Schindler's List Producer Barred from Addressing Grads Because of His Politics
Gerald Molen, who won a Best Picture Academy Award for co-producing Schindler's List, was prevented from addressing the graduating class of Ronan, Montana High School when the principle informed him that he couldn't deliver his speech because he was a "right wing conservative."
Gerald Molen won a best picture Oscar for co-producing Schindler’s List with Steven Spielberg and has produced such Hollywood blockbusters as the first two Jurassic Park films and Twister. He’s a former U.S. Marine and is a sought-after motivational speaker.
So he’s not accustomed to being shunned.
Such was the case, though, when he was invited to speak to the graduating class at a Montana high school. But upon arriving, was told by the principal he would not be allowed to deliver the speech he had prepared.
The reason, he believes, is politics.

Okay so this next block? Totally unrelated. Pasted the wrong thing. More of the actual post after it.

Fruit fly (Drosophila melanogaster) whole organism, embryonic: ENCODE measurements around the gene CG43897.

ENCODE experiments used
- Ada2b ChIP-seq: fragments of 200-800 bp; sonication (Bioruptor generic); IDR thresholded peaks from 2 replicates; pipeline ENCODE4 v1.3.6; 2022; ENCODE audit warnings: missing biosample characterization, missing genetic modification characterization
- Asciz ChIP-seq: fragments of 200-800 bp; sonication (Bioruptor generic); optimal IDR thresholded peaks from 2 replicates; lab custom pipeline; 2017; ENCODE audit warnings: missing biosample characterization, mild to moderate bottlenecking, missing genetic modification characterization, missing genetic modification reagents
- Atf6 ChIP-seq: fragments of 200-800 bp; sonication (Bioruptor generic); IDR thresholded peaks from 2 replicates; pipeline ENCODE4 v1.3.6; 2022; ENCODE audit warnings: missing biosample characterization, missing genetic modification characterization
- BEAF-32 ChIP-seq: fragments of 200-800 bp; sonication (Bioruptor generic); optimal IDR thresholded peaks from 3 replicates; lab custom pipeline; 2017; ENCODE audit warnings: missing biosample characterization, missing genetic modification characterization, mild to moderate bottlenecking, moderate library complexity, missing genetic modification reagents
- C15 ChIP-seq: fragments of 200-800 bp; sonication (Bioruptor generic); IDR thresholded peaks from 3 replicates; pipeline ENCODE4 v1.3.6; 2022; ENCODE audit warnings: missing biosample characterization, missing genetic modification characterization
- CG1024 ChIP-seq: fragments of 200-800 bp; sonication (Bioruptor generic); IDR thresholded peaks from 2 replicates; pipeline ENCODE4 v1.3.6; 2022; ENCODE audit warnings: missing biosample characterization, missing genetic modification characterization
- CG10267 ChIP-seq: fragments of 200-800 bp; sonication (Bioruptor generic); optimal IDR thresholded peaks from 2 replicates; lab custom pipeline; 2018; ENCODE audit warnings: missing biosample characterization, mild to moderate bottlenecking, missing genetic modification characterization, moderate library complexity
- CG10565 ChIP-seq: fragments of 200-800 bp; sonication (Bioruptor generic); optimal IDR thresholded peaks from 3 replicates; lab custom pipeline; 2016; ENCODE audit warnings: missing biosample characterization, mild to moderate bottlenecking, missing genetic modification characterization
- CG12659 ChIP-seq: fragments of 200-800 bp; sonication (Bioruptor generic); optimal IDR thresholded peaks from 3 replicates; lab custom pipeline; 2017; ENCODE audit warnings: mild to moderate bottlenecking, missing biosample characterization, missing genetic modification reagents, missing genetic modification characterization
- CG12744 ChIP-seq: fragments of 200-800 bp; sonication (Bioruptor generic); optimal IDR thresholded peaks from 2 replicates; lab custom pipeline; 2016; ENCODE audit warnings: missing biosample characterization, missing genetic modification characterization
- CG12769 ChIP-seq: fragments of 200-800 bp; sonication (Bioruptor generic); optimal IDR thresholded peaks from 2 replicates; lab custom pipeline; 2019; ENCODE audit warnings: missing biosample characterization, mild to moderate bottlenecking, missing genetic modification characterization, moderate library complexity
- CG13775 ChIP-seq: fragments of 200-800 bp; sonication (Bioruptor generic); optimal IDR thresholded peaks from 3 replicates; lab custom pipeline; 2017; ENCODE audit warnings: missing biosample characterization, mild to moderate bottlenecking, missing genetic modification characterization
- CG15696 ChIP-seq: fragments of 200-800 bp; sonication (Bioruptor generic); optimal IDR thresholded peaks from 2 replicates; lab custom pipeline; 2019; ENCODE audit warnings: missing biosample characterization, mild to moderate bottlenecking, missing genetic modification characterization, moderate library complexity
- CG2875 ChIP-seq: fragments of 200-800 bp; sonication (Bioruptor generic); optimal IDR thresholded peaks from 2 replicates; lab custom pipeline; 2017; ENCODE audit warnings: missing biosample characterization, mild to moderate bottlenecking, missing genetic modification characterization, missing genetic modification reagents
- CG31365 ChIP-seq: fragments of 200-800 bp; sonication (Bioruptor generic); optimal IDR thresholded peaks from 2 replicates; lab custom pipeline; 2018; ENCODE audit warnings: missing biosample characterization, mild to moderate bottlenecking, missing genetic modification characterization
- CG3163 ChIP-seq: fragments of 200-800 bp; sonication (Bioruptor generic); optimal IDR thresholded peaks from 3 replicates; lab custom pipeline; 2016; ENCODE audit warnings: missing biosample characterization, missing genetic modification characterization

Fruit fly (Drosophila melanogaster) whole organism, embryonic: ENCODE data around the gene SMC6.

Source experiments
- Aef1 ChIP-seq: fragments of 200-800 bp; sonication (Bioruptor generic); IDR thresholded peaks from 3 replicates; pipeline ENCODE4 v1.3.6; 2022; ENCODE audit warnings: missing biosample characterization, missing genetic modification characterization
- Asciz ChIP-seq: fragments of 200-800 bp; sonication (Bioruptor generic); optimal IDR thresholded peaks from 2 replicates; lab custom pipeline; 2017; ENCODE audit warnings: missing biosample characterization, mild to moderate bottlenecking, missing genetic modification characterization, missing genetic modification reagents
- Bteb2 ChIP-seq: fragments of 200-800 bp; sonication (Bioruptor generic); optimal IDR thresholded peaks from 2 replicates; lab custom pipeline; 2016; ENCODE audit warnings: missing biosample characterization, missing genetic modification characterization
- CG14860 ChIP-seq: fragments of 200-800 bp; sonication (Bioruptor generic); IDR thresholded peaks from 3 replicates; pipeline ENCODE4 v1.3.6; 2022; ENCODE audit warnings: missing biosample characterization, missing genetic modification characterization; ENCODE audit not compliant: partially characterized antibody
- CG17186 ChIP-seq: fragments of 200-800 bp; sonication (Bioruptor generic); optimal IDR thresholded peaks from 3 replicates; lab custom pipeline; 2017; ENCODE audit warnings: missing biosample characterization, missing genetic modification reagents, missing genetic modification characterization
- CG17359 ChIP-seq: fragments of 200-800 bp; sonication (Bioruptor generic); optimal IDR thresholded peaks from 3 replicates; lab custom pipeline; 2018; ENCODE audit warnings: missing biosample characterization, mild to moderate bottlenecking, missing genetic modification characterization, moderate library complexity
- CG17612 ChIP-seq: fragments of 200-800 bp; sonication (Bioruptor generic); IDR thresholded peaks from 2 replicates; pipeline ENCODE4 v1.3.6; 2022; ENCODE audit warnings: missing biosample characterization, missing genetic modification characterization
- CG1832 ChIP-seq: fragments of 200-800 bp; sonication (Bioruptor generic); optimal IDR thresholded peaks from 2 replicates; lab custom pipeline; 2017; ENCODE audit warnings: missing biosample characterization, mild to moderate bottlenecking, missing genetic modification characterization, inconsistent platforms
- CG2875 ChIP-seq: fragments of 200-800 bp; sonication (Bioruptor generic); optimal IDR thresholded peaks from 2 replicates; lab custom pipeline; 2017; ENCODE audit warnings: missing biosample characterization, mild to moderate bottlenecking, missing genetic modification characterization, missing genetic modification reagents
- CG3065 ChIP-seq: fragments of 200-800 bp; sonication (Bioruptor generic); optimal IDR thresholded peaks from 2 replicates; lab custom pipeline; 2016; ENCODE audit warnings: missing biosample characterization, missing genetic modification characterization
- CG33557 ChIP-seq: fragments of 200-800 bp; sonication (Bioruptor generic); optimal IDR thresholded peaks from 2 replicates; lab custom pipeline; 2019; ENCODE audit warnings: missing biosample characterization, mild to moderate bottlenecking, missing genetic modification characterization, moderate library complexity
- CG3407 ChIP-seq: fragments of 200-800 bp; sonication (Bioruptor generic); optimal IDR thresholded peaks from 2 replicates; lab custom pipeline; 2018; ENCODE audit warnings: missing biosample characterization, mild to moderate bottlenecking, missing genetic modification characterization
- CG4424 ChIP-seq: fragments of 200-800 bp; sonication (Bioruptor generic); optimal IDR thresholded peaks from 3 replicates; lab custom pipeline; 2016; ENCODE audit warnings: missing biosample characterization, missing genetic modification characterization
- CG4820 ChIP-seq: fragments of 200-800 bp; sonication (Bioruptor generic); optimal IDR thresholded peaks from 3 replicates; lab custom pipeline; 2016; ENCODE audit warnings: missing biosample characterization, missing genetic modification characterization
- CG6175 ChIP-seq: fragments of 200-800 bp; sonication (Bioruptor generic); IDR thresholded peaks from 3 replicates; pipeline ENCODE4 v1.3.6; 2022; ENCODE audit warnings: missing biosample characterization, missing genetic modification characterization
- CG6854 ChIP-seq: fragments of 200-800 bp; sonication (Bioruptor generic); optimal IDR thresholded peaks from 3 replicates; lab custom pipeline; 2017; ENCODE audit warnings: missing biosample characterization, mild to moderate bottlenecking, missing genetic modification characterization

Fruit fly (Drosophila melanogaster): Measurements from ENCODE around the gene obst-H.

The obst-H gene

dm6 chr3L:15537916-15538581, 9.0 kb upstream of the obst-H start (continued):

Unlike Hollywood, Ronan isn’t exactly a hotbed of liberalism (its state representative is a Republican), still, Molen says that Stack told him straight up that he wouldn’t be allowed to address the students because he was “a right-wing conservative.”
“He said some callers didn’t want the kids exposed to that, despite not knowing what my message would be,” Molen told The Hollywood Reporter.
Stack did not return several calls seeking comment, nor did representatives from the Ronan School District.
Molen has spoken at dozens of schools and never accepts a fee. When one is offered, he asks that it be donated to the Shoah Foundation, the nonprofit organization founded by Spielberg and dedicated to the remembrance of the Holocaust.
When speaking to students, Molen’s presentations usually invoke Oskar Schindler, who is credited with saving 1,100 Jews during the Holocaust and is the subject of the Oscar-winning 1993 film that Molen co-produced with Spielberg and Branko Lustig.
In an update, the superintendent informed HR that the principle had been fired:
The incident as described by Molen "did, in fact, occur," superintendent of schools for the Ronan district Andy Holmlund told The Hollywood Reporter on Friday.
"It is my understanding that the high-school principal made the decision based on his point of view. It is not the view of the district. That's not the expectations that the district maintains. That principal will not be serving in this school district for the upcoming school year."
Free speech for me, not for thee.